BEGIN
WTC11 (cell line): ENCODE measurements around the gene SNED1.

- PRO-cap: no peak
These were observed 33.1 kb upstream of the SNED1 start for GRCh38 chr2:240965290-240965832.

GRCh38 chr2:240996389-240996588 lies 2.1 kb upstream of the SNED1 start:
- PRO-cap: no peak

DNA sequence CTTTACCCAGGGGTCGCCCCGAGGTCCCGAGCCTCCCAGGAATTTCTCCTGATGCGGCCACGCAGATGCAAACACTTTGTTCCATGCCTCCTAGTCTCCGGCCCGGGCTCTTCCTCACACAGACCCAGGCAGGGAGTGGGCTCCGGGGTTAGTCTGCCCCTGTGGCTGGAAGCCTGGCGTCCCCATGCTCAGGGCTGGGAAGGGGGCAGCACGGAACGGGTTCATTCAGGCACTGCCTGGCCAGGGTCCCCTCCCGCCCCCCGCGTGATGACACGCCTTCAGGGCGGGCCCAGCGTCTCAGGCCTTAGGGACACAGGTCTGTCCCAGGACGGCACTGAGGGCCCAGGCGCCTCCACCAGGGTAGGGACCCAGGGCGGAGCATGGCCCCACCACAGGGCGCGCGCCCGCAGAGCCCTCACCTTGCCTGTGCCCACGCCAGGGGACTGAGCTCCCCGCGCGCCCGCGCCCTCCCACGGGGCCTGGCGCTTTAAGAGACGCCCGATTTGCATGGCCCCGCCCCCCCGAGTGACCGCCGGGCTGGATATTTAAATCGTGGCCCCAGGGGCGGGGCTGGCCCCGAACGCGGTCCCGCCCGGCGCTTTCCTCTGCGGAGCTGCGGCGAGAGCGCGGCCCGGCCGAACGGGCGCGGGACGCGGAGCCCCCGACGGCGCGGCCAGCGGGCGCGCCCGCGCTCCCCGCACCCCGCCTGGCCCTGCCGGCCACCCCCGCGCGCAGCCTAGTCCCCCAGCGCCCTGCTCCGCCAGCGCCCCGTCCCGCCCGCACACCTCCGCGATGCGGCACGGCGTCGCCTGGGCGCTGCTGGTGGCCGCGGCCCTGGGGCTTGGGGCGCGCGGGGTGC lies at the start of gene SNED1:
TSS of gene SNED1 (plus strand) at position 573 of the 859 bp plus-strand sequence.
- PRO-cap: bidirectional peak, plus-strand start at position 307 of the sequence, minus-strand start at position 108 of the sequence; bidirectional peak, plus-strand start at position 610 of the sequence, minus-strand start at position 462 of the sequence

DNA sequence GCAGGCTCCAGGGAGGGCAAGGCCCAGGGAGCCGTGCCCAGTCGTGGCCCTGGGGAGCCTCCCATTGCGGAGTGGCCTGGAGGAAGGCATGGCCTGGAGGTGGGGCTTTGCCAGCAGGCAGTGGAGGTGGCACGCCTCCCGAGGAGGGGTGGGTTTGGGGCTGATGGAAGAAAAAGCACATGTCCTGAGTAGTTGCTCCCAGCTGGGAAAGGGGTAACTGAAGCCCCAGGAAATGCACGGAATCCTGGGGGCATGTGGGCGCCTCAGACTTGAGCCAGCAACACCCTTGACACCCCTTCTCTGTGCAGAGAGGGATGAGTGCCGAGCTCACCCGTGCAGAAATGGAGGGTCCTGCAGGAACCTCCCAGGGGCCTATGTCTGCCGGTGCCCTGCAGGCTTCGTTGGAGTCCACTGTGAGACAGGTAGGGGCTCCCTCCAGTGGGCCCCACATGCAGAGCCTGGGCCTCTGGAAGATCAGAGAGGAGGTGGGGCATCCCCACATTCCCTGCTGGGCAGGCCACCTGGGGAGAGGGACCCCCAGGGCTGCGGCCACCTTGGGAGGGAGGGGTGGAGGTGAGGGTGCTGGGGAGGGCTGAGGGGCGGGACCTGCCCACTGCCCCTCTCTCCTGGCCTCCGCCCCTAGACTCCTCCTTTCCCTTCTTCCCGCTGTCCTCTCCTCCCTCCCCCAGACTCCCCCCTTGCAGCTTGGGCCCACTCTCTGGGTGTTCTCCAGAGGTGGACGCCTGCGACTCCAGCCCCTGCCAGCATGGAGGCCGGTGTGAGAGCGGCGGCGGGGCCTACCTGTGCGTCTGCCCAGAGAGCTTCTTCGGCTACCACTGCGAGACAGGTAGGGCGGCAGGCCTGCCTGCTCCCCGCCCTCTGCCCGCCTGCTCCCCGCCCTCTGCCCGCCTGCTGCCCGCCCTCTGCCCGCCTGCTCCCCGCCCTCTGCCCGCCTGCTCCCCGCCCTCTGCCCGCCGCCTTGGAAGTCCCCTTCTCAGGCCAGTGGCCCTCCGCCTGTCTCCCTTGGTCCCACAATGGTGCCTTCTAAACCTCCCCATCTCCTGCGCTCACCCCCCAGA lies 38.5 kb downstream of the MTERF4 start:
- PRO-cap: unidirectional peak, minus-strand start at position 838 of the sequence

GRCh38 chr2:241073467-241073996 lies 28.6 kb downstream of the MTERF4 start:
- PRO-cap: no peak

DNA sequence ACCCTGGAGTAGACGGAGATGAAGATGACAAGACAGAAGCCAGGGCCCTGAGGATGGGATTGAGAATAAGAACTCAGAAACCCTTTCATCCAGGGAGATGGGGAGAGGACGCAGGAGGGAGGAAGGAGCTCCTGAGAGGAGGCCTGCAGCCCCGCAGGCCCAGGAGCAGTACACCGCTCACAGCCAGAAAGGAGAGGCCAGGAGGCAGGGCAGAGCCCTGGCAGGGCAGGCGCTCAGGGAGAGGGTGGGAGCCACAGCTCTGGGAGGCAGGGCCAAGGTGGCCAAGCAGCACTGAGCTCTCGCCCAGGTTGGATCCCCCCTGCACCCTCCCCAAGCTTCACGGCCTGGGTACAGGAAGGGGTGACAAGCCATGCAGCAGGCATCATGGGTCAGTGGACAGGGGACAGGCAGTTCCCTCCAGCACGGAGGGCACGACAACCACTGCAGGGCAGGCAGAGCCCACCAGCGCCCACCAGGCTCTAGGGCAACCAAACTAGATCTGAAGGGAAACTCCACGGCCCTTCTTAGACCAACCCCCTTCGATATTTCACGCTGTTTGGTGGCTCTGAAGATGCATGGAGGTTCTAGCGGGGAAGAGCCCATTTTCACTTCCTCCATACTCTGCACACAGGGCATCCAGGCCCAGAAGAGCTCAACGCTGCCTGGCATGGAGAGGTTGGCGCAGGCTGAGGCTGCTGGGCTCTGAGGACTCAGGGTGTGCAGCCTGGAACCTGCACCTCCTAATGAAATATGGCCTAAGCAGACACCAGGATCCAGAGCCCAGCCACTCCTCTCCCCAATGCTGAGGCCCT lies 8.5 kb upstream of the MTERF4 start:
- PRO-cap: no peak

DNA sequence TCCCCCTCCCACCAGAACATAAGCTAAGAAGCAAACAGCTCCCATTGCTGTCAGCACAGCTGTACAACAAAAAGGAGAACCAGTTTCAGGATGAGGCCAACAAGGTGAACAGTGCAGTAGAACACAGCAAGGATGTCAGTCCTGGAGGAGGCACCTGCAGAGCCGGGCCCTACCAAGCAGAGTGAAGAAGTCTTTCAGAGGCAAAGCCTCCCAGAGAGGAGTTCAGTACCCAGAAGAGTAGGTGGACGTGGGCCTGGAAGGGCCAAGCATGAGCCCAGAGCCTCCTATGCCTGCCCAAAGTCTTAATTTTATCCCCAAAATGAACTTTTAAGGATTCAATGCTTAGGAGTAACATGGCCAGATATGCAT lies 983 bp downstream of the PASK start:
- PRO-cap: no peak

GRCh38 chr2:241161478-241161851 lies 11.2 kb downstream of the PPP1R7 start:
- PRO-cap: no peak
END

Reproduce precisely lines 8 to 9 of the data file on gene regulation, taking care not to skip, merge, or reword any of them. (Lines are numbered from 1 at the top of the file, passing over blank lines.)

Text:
- PRO-cap: bidirectional peak, plus-strand start at position 307 of the sequence, minus-strand start at position 108 of the sequence; bidirectional peak, plus-strand start at position 610 of the sequence, minus-strand start at position 462 of the sequence

DNA sequence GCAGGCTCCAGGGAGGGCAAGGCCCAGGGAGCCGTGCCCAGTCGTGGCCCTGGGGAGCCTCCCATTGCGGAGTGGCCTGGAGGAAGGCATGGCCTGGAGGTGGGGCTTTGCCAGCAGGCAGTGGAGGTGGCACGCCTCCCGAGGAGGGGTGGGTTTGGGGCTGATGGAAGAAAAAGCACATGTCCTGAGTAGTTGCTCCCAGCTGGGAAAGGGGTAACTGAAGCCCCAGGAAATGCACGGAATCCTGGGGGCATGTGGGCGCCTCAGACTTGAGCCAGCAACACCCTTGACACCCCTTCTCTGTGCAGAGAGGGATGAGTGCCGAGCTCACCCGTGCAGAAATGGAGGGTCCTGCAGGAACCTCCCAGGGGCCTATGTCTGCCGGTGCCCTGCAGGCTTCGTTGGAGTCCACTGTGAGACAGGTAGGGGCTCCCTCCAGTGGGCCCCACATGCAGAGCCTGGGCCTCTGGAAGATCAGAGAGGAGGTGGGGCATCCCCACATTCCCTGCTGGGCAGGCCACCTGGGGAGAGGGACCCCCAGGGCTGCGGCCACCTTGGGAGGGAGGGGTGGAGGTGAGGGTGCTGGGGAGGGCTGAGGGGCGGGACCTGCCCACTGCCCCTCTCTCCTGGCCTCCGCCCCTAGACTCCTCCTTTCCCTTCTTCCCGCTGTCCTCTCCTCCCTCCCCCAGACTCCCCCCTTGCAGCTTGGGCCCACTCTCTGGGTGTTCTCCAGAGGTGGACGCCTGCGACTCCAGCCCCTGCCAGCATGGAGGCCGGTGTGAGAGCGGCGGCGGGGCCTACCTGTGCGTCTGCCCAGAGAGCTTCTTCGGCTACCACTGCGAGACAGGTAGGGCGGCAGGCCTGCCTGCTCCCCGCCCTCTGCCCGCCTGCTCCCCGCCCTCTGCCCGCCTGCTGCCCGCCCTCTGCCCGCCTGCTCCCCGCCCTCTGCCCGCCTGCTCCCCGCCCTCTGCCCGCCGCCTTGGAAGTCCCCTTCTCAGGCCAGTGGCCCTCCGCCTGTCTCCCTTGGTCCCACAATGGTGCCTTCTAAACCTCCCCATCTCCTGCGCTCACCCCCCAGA lies 38.5 kb downstream of the MTERF4 start: